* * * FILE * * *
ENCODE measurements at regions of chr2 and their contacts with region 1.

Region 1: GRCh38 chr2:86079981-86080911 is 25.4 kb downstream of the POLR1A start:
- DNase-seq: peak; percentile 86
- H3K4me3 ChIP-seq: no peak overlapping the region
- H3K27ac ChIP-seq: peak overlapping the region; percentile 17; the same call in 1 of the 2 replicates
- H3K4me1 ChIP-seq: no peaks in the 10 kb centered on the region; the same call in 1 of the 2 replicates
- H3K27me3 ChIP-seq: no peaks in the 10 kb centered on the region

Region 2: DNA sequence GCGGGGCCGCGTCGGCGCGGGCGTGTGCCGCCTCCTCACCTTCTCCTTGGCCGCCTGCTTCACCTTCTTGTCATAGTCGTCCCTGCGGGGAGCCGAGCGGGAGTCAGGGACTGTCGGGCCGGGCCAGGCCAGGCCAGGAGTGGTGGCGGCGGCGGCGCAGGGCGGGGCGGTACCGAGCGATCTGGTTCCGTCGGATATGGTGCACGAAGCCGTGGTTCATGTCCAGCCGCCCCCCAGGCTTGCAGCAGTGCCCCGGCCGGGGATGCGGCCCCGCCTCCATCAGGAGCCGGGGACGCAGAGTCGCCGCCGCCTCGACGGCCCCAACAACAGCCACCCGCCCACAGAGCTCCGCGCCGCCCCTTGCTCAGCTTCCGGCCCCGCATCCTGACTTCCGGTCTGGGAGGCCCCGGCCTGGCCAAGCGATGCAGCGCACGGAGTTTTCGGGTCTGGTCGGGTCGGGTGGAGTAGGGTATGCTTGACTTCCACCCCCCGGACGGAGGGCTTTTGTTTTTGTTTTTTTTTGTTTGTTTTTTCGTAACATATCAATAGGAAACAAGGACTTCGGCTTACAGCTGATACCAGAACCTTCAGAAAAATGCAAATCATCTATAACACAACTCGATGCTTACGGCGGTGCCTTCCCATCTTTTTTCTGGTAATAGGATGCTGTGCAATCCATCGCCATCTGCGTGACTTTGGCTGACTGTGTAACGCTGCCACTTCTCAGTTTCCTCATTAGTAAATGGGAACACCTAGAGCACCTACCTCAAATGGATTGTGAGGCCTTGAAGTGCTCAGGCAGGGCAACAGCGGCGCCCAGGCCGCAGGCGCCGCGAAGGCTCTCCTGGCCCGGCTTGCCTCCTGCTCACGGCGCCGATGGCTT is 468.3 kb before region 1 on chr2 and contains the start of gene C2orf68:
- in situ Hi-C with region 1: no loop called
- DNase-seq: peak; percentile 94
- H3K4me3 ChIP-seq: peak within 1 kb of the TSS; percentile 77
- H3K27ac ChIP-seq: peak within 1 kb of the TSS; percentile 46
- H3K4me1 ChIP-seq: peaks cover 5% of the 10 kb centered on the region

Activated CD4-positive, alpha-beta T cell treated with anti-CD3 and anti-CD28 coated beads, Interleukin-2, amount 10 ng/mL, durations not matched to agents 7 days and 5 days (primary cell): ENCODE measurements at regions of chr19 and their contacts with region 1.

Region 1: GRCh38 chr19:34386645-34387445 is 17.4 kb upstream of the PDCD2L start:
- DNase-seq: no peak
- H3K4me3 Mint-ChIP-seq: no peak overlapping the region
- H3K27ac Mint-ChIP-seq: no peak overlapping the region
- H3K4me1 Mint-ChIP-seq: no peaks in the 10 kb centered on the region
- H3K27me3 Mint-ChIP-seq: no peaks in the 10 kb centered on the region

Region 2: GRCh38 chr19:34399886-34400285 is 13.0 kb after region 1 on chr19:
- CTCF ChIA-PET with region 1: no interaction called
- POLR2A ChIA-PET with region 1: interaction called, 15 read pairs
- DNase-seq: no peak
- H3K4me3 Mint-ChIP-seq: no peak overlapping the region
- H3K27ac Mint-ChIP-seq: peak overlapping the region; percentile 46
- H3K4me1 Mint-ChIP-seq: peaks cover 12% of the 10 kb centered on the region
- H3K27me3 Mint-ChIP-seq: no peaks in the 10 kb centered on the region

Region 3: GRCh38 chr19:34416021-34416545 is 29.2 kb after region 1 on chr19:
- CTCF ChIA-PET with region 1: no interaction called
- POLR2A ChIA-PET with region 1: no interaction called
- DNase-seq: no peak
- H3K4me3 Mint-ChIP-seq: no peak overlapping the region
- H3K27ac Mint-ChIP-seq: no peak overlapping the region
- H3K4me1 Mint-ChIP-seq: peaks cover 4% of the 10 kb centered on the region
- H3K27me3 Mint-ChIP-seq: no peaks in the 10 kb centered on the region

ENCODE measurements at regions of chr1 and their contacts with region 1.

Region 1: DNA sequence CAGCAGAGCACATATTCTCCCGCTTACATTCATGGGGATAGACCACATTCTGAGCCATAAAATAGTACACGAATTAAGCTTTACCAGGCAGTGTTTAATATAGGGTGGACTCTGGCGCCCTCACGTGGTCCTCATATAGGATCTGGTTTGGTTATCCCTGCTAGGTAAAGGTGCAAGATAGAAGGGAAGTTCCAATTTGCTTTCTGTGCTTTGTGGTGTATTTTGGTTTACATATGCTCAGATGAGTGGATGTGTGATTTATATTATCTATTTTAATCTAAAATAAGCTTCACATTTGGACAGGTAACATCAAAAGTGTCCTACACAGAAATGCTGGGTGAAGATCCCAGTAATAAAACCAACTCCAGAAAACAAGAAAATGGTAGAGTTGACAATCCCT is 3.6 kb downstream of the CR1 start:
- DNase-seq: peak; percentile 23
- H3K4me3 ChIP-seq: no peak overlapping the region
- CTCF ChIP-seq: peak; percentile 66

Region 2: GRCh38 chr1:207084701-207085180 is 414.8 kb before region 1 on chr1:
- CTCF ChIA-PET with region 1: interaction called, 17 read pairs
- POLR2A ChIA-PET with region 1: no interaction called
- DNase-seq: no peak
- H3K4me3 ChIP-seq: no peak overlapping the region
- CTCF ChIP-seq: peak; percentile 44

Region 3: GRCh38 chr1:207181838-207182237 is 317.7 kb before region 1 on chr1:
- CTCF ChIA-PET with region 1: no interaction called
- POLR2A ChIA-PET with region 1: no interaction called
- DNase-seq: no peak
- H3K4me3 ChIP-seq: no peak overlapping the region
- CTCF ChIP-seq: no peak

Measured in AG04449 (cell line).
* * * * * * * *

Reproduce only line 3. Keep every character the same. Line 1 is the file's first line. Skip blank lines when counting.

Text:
- DNase-seq: peak; percentile 86